15th and Glenarm Place, 1533 Welton St. MAP

    • 10-minute walk
    • Park 2-3 hours: $12, park over 3 hours: $14
    • 800 underground parking spaces off Welton Street, 200 surface parking spaces off Glenarm Place.




    Hilton Garden Inn
    , 1400 Welton St. MAP

    • 7-minute walk
    • Park up to 4 hours: $20

     



    Park Central Garage,
    1550 Lawrence St. MAP

    • 10-minute walk
    • Friday after 5 p.m. and all day Saturday: $10
    • Sunday evenings: $6




    17th Street Parking,
    1761 Lawrence St. MAP

    • 12-minute walk
    • Weekends and evenings after 4 p.m.: $6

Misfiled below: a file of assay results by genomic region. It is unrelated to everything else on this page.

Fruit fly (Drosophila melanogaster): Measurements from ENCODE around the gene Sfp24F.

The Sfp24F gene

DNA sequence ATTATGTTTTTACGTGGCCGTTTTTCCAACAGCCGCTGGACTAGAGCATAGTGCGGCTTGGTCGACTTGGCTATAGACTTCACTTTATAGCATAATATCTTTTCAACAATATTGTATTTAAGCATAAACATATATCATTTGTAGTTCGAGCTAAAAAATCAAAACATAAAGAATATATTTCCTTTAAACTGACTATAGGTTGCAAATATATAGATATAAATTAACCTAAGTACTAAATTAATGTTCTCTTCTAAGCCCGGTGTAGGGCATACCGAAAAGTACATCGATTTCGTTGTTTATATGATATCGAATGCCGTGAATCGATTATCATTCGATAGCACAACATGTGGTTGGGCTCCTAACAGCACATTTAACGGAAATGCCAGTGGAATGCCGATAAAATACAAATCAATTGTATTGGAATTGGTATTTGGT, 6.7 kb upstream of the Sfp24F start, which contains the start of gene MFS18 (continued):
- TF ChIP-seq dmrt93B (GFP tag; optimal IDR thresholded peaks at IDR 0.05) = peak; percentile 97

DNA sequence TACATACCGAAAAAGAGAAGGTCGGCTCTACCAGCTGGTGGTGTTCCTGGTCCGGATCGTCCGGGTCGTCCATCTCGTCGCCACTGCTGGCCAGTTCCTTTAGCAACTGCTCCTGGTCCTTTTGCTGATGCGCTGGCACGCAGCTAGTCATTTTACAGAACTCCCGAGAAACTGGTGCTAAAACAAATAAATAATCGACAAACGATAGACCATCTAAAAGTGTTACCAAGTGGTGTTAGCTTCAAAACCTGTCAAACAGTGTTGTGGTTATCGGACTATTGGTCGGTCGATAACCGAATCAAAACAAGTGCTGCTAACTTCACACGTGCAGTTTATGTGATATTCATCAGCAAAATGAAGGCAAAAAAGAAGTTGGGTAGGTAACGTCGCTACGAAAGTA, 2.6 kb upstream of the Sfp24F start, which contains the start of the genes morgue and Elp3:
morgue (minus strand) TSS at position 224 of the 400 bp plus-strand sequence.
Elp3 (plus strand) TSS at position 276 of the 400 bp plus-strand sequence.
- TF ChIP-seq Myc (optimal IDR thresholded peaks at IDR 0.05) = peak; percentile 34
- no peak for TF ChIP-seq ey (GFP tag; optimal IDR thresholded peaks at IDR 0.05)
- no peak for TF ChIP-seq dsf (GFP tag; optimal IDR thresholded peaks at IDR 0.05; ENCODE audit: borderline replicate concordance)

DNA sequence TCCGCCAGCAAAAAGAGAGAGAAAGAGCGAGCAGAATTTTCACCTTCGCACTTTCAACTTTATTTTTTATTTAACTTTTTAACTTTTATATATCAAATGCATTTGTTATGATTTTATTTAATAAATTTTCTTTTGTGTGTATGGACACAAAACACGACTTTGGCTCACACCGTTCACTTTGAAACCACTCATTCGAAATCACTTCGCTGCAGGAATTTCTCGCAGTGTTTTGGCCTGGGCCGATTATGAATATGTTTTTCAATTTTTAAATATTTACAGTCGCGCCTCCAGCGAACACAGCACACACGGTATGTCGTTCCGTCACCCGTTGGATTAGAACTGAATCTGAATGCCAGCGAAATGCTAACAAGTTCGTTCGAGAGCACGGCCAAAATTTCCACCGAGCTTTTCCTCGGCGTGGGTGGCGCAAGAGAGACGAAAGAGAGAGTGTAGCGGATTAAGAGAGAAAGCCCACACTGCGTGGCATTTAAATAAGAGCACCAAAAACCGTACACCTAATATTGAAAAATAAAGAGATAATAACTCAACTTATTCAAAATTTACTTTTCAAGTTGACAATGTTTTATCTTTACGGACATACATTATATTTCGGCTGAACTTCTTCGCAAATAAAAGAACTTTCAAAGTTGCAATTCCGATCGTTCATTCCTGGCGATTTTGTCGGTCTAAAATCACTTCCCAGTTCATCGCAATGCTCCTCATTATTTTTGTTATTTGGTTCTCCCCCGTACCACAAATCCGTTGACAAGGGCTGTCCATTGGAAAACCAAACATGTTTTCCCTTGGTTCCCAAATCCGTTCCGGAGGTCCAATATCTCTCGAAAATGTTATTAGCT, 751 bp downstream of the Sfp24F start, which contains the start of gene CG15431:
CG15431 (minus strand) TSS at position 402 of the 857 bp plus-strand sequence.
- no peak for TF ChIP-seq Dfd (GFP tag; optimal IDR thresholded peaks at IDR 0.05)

To reserve hotel parking spots the night of a show at a cheaper price, check out parkme.com, parkingpanda.com and parkwhiz.com.

    • Curtis Hotel, 2-minute walk to DPAC
    • Renaissance Downtown, 9-minute walk to DPAC
    • Crowne Plaza Denver Downtown, 9-minute walk to DPAC
    • Grand Hyatt Denver, 13-minute walk to DPAC
    • Spring Hill Suites, 14-minute walk to DPAC


    More Colorado theatre coverage on the DCPA NewsCenter

  • DCPA CEO Scott Shiller: Where The Wild Thoughts Are

    by Scott Shiller | Jan 15, 2016
    Scott Shiller Denver Performing Arts Complex


    It’s a little too late to say “Happy New Year,” so I’ll just welcome you to the second half of our 2015-16 theatre season. Although the ball has dropped and we’ve all moved on, every new calendar is like a blank slate. What did I learn from the last year? Can I dream a little bigger this year? These are all probably questions we should ask ourselves more than once a year. But who’s counting?